Prepubescent Strength Training

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STRENGTH TRAINING AND PREPUBESCENT YOUTH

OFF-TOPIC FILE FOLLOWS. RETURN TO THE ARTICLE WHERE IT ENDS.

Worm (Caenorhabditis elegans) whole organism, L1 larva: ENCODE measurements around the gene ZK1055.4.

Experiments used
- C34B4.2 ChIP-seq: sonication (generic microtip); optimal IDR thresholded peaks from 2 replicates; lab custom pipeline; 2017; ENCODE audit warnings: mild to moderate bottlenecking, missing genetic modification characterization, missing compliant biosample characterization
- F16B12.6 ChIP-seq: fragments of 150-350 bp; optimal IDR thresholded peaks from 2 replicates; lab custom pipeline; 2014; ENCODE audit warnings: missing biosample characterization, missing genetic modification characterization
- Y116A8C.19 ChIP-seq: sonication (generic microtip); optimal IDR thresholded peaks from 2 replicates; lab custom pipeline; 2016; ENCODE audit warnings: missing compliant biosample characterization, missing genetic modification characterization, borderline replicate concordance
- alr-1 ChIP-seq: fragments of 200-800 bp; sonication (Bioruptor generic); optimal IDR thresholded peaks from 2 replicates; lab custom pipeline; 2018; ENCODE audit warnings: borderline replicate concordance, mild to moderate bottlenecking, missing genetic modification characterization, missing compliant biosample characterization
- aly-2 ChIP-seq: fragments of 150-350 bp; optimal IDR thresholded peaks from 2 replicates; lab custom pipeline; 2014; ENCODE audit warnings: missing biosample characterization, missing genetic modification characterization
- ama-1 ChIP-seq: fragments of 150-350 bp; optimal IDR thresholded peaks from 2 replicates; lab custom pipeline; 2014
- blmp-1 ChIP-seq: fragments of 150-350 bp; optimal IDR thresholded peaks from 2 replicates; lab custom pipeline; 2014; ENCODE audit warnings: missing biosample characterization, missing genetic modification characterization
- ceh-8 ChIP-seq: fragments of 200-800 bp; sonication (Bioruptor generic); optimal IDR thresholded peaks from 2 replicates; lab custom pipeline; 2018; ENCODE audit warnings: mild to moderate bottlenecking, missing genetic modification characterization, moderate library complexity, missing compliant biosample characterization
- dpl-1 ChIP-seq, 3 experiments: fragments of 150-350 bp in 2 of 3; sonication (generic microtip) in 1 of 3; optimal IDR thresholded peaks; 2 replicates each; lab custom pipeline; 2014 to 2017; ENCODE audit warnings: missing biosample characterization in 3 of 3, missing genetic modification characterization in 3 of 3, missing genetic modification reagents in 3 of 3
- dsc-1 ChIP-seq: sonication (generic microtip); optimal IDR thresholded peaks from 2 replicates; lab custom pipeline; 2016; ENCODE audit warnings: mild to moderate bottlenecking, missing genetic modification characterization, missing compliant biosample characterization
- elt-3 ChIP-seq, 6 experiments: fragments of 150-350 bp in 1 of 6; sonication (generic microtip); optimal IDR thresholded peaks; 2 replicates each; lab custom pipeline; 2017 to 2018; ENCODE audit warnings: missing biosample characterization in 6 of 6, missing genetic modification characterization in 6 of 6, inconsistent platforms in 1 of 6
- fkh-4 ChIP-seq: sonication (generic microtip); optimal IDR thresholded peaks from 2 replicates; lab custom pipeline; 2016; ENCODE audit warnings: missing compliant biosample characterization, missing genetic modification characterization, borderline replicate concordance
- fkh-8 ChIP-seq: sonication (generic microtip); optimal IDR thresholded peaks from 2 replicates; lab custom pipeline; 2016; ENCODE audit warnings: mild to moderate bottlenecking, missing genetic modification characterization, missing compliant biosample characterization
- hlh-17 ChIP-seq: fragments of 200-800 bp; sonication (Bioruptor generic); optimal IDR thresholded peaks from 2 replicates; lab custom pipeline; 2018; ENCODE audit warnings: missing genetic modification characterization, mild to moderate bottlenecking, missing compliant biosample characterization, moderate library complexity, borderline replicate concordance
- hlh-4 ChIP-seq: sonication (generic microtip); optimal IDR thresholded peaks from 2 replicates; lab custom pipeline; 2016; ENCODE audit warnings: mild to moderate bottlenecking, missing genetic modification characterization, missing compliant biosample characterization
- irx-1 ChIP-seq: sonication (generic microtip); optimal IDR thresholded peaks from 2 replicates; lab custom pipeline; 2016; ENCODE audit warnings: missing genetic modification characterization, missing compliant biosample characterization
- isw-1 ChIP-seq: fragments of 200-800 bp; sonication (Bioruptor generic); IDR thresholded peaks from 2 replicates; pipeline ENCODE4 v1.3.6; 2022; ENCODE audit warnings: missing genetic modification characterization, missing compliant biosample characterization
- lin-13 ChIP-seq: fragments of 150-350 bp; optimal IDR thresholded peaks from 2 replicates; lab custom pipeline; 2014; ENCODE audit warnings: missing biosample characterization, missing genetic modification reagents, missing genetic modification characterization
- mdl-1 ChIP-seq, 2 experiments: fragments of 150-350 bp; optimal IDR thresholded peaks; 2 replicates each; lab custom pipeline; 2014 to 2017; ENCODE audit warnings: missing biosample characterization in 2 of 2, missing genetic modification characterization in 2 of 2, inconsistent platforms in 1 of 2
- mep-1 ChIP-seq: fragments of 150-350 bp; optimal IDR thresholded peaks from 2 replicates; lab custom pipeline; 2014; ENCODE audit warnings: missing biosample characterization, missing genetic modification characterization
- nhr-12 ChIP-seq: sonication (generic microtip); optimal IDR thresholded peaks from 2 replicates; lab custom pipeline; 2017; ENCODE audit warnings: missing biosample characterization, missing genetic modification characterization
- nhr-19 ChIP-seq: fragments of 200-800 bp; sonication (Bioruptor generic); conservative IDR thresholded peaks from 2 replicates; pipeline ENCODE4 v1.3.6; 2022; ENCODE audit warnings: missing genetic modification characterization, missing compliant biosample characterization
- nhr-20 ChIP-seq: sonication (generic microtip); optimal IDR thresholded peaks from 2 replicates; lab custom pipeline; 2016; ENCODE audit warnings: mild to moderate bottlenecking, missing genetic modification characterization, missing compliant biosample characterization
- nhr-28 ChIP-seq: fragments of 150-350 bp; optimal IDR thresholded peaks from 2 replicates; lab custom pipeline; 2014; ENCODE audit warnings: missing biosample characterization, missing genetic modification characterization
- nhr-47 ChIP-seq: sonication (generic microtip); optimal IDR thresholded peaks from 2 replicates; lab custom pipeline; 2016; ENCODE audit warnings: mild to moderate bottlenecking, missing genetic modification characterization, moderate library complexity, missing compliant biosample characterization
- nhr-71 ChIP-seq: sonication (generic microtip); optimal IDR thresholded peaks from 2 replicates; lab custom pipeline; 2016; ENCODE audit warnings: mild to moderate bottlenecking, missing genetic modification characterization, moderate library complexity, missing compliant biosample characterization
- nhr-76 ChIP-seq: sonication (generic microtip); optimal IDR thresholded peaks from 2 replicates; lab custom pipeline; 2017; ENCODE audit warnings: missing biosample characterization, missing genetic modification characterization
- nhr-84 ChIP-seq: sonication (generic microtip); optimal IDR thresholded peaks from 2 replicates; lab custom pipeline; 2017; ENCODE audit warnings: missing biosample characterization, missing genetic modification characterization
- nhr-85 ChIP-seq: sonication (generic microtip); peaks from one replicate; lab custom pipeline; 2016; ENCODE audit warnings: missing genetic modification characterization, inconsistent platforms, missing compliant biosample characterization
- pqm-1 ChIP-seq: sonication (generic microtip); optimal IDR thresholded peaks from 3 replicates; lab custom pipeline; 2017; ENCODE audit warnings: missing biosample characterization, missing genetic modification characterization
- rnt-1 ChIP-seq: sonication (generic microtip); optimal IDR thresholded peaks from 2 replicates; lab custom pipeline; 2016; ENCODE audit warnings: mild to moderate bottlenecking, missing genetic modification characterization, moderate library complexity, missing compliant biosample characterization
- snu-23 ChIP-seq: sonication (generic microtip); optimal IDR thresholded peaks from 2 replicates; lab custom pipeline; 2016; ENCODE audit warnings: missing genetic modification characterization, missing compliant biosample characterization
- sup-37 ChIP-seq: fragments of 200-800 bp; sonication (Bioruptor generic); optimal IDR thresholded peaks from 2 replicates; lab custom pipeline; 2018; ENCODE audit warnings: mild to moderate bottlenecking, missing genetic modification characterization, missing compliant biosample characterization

The value placed on the importance of winning in professional sports has hit an all-time high. The astronomical amount of money being spent in the entertainment field of athletics has dictated a win-at-all-costs mentality that has trickled all the way down to negatively affect our youngest athletes - the prepubescent. The athletic world has forever been exploiting our youth as a source of athletic potential, sacrificing the health, safety and welfare of these child-athletes to satiate the intense nationalistic pride of the country and more dishearteningly in the name of the Almighty Dollar. This has caused coaches and athletes to take drastic measures which are sometimes illegal and usually unethical in order to improve performance levels. One of the most controversial training practices center around the impact of strength training in prepubescent children. There has recently been increasing scrutiny debating the merits of strength training in our youth and more importantly the unsafe and unethical training practices that tend to be utilized in implementing strength training programs in all levels of amateur athletics. These controversies have enabled many people associated in medical and exercise sciences to take a further look at the field of prepubescent athletics and their impact on the developmental patterns of the children involved. The research in the field has provided feedback regarding the physiological, mental and social effects - negative and/or positive - that strength training influences over prepubescent growth and development. American society has entered into an era in which strength training has become the standard and most popular method of keeping the musculature of the body in aesthetic shape. Fitness centers and personal home gyms have emerged as important catalysts for people, providing everyone with equal opportunity and incentive to exercise and strength train in safe and instructional settings. This fitness boom along with the growing concerns and questions regarding the safety of prepubescent exercise has spurred several gatherings of pediatricians, fitness center owners, exercise physiologists and other related exercise scientists. Together, these groups are involved in active research studies, discussion of the methods, safety issues and effects of strength-training on prepubescent children. Subsequently there have been numerous articles documenting the effects of prepubescent strength-training many of which are incorporated into this paper. Exercise physiology has previously proven that in order to increase muscular strength and endurance, the frequency, intensity and duration components of a workout must be gradually and independently increased. This has brought up several important questions regarding the effects of strength training in the burgeoning field of prepubescent exercise physiology. The most important and most asked question is can and/or will prepubescent strength training cause developmental-inhibiting musculoskeletal injuries such as epiphyseal plate fractures. These types of fractures can lead to the stunting of limb growth in the affected area(s) and are obviously injuries that can negatively affect the normal development of our youth (Thomas, 1995). The next obvious question was two-fold; what are the benefits, if any, of prepubescent strength-training and do the benefits warrant risking possible physical harm? The last and the least obvious question asked wanted to know what exactly was prepubescent strength-training and what were its safety guidelines? For the purposes of these studies and this paper, strength training will be defined as the use of progressive resistance methods such as body weight (i.e. pushups), free weights, isotonic and isokinetic machines utilized in an attempt to increase one's ability to exert or resist force (Cahill, 1995). Prepubescence will be defined...
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